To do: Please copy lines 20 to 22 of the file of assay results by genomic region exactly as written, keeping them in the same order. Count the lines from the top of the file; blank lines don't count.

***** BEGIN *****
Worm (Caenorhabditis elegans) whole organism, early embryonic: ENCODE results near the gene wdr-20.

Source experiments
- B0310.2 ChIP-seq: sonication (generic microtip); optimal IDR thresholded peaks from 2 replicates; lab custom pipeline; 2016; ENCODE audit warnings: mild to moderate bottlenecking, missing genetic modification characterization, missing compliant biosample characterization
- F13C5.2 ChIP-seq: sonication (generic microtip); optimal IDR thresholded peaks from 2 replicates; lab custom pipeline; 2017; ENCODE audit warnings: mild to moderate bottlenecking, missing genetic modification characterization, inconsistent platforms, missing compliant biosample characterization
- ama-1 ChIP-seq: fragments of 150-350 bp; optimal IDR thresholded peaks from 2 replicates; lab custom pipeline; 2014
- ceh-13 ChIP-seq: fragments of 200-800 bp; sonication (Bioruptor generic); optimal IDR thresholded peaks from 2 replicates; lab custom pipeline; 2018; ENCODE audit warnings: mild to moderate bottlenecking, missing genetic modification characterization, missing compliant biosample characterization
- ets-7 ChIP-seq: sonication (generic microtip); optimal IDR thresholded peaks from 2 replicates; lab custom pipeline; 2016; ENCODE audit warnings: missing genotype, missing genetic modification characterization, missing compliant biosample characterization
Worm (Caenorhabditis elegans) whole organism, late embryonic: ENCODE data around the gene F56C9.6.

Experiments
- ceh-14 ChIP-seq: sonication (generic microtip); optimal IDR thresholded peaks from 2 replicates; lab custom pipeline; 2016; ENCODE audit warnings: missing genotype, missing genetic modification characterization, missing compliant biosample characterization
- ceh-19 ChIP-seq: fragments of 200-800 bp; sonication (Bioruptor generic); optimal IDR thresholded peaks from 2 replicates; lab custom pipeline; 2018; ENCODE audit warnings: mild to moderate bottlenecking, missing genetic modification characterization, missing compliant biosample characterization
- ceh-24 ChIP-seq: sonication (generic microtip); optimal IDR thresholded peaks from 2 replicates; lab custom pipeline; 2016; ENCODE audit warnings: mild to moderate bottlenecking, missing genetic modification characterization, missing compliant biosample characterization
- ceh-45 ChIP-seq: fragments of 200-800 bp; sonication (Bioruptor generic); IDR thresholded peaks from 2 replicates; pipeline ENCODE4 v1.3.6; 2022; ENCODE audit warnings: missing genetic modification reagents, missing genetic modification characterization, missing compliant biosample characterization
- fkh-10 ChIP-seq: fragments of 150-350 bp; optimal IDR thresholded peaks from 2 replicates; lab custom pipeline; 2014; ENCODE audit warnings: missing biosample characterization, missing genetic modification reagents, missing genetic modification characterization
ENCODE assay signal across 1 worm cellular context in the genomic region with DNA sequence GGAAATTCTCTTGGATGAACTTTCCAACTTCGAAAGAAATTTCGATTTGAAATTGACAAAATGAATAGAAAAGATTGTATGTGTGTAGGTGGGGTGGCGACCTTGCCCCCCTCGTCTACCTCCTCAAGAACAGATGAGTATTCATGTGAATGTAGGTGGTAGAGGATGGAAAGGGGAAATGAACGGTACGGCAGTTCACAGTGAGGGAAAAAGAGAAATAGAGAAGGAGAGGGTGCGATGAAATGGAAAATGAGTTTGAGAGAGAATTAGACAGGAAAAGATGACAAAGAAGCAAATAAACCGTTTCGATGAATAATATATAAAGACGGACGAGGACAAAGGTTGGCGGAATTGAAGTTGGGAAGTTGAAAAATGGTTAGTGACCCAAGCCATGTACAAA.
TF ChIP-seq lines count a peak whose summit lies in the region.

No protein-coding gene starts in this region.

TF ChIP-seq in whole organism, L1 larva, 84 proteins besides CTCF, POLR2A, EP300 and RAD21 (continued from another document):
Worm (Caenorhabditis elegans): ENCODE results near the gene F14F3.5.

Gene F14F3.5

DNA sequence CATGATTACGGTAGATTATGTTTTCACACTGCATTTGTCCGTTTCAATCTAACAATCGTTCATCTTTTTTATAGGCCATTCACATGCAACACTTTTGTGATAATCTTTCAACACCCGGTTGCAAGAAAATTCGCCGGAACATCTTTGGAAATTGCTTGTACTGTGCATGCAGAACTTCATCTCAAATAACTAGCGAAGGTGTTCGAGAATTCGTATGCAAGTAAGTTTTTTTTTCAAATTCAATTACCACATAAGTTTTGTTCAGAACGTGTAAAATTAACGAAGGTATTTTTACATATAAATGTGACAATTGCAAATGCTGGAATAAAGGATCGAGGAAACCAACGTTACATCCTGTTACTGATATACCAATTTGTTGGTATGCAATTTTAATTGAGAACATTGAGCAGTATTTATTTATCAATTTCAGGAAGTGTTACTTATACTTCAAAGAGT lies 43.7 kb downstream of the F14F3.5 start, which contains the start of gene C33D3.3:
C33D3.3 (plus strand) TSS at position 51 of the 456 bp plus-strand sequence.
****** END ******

Gene F14F3.5

DNA sequence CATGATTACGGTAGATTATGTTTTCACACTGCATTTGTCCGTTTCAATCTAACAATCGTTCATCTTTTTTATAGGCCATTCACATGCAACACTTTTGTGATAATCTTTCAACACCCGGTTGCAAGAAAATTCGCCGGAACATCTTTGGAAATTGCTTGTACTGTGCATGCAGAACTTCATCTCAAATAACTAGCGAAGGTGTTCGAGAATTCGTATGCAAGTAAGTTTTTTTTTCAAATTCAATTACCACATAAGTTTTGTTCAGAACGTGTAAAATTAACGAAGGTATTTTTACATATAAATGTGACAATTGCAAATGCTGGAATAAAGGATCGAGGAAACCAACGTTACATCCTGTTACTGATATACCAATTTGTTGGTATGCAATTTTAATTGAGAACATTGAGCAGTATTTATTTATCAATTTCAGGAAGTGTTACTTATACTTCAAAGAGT lies 43.7 kb downstream of the F14F3.5 start, which contains the start of gene C33D3.3:
C33D3.3 (plus strand) TSS at position 51 of the 456 bp plus-strand sequence.